Compliance is Not Enough for Safe Promotional Products
While most product safety initiatives in the promotional industry are focused on compliance—CPSIA, FDA, Prop 65 and similar regulations—ICPHSO has always taken a deeper approach to consumer product safety. Several experts spoke of the importance of avoiding product related injuries by building in safety from the beginning—by designing out safety defects at the product development stage and by considering the foreseeable abuse and misuse of a product as well as its intended use. Another important topic focused on the importance of recall preparedness—having a well-practiced plan in place for the inevitable situations where unsafe products are discovered after a product goes to market. Time is always of the essence in such cases, including the obligation to report to CPSC. One of the most impressive presentations of the week was by Jennifer Thompson of Costco who explained the sophistication, speed and effectiveness with which Costco implements recalls and notifies customers who have purchased recalled products.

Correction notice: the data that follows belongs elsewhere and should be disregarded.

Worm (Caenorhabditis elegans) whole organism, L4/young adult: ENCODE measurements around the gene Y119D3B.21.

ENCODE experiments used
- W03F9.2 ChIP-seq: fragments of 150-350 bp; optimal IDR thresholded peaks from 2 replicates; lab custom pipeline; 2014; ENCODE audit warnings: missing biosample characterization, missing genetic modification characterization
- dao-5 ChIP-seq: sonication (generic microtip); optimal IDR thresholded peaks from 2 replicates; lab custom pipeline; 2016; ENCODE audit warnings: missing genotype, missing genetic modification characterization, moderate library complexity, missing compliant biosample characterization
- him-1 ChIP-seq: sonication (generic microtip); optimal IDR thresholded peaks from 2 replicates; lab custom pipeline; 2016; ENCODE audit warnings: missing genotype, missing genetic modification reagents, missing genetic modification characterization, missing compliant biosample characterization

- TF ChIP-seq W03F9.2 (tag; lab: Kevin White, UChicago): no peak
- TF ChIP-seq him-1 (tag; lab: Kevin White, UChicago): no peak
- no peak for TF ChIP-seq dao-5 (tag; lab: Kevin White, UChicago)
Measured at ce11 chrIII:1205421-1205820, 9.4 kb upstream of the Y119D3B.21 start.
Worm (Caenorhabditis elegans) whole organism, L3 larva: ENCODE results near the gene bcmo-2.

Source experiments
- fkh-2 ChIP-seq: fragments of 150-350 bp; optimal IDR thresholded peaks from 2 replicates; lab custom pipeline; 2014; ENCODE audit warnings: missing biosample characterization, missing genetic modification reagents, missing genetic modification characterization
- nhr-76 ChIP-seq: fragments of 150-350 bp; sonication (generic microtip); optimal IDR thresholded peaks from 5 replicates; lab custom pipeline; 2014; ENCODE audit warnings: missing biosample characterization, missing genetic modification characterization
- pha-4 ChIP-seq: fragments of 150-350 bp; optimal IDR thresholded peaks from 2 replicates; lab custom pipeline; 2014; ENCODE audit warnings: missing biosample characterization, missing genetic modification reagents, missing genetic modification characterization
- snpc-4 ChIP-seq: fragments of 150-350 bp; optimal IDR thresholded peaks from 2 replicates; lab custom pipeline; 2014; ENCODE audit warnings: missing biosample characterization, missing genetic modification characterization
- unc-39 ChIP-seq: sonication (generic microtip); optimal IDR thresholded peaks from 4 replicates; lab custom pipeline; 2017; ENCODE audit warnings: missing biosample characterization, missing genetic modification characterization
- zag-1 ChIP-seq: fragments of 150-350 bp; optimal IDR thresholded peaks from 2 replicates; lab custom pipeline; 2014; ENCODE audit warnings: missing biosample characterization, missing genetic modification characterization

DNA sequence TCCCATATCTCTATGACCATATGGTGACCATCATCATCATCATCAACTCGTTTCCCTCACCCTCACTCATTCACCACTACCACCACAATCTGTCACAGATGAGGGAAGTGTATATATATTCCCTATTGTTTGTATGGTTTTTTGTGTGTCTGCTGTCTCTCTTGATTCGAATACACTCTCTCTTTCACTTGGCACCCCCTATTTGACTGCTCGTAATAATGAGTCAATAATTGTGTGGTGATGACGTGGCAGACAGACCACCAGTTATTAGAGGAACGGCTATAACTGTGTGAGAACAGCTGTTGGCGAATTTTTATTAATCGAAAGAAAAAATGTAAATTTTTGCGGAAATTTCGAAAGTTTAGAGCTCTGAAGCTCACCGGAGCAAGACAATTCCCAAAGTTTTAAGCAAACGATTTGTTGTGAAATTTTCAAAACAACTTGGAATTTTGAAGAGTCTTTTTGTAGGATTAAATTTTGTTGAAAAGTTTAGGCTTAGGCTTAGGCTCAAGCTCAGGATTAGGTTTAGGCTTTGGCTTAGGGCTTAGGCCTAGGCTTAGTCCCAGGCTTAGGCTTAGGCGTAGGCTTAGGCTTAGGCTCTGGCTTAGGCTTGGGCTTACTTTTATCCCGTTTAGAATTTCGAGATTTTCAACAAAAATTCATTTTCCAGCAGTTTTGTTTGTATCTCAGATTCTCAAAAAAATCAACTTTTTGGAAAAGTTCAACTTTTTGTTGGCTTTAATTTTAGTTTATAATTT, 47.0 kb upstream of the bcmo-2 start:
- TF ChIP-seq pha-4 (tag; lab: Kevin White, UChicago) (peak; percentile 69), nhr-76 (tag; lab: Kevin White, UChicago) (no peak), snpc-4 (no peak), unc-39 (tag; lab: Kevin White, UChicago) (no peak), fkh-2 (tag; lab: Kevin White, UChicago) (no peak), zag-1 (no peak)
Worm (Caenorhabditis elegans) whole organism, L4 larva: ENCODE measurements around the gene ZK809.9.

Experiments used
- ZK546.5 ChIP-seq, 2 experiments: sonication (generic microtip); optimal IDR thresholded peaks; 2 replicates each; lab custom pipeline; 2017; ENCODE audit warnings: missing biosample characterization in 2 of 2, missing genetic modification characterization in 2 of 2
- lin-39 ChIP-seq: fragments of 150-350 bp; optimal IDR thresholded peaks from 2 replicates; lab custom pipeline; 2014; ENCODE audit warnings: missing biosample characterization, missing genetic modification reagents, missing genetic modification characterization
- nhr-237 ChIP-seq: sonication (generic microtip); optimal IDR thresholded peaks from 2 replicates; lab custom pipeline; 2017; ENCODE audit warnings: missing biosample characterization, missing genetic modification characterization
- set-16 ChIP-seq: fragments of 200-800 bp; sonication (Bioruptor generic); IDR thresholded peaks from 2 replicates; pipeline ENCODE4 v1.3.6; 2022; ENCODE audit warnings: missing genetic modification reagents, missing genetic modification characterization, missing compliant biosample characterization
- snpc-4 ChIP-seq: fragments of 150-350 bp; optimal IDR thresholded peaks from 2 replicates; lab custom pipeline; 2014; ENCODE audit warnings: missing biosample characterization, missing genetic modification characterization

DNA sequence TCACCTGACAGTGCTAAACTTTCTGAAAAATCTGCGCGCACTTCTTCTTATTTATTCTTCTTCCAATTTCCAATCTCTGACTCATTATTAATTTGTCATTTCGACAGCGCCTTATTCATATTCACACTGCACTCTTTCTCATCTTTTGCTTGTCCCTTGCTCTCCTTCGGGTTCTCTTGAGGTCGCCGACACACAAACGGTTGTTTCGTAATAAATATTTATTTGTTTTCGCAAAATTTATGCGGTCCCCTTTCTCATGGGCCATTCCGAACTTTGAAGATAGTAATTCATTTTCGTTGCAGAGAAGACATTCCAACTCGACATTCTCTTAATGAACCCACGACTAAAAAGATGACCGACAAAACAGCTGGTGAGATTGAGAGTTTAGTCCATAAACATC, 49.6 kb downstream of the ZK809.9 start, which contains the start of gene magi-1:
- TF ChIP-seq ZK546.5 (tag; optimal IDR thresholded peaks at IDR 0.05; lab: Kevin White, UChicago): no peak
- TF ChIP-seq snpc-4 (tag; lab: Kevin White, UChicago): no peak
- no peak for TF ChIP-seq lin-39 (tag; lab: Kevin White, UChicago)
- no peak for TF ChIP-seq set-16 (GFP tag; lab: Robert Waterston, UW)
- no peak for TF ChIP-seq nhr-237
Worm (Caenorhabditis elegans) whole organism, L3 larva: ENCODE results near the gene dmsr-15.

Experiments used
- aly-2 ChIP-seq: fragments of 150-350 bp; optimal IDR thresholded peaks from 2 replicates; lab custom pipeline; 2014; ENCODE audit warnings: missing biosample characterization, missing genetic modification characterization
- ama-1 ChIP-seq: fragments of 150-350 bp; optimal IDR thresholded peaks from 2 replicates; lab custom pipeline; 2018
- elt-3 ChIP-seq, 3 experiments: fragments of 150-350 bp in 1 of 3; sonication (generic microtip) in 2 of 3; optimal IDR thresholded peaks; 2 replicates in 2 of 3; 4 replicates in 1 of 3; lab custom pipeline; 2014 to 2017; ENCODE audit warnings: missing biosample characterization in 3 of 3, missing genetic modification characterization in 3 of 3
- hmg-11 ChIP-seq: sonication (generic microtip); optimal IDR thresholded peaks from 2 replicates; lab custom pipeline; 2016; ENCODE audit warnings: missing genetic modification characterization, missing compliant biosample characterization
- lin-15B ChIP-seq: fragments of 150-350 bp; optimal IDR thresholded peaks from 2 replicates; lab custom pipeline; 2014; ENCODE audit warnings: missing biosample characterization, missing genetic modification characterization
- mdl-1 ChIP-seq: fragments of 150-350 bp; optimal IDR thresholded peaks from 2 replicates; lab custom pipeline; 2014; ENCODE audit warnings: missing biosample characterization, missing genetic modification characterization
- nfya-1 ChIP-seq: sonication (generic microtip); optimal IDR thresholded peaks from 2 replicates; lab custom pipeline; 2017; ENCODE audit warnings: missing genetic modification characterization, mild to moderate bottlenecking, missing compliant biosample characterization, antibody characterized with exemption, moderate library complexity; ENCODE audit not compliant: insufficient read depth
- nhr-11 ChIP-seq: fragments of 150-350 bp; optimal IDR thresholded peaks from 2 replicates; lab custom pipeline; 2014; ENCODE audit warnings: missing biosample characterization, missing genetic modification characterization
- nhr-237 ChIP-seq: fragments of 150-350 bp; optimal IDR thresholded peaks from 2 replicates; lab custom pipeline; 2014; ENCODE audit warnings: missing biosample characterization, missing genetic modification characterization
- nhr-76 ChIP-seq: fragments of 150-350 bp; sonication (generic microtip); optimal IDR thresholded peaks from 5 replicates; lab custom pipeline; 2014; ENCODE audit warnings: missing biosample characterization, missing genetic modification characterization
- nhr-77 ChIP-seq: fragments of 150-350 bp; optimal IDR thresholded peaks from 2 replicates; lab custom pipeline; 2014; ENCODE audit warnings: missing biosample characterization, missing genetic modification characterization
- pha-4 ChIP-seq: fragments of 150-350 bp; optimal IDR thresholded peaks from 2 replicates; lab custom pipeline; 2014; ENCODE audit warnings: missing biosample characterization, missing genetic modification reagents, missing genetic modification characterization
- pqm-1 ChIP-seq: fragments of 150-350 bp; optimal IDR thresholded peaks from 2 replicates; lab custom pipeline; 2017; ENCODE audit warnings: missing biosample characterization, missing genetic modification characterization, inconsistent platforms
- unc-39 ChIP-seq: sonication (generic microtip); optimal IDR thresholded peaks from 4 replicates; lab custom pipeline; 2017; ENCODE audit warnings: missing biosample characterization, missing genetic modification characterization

So while we should be proud as an industry of the product safety strides we are making—through PPAI's Product Responsibility Action Group (PRAG), through QCA, and through individual company initiatives—the ICPHSO presentations illustrate how product safety has to become part of the culture of all industry participants if we're truly to protect our industry. For example, how many promotional products are imported without a formal risk assessment or without evaluation for product safety hazards? In some cases these tests can seem unaffordable but the risk of not testing can be even more expensive. A few years ago our product development team was considering a spa kit for our line—one that contained a variety of aloe-type skin creams and lotions. The kit would have sold for less than $10. In performing our risk assessment we asked a well-known cosmetics lab to verify that the lotions were of the quality that the Asian factory contended and that they did not contain any harmful ingredients or toxins. The lab quoted $28,000 for the tests. This may be a normal cost for a major cosmetics company but for most of our industry it isn't a reasonable value proposition, particularly when the supplier has no idea if the product will even sell. Accordingly, we did not add the spa kit to our line. Now this week, in an unrelated case, the FDA has issued a dire warning about dangerous levels of poisonous mercury found in a variety of imported skin creams and antiseptic soaps or lotions found in at least seven states. Just imagine how this could have impacted our industry if these poisonous lotions had been purchased through a promotional products distributor and given away in a spa kit by a major corporation.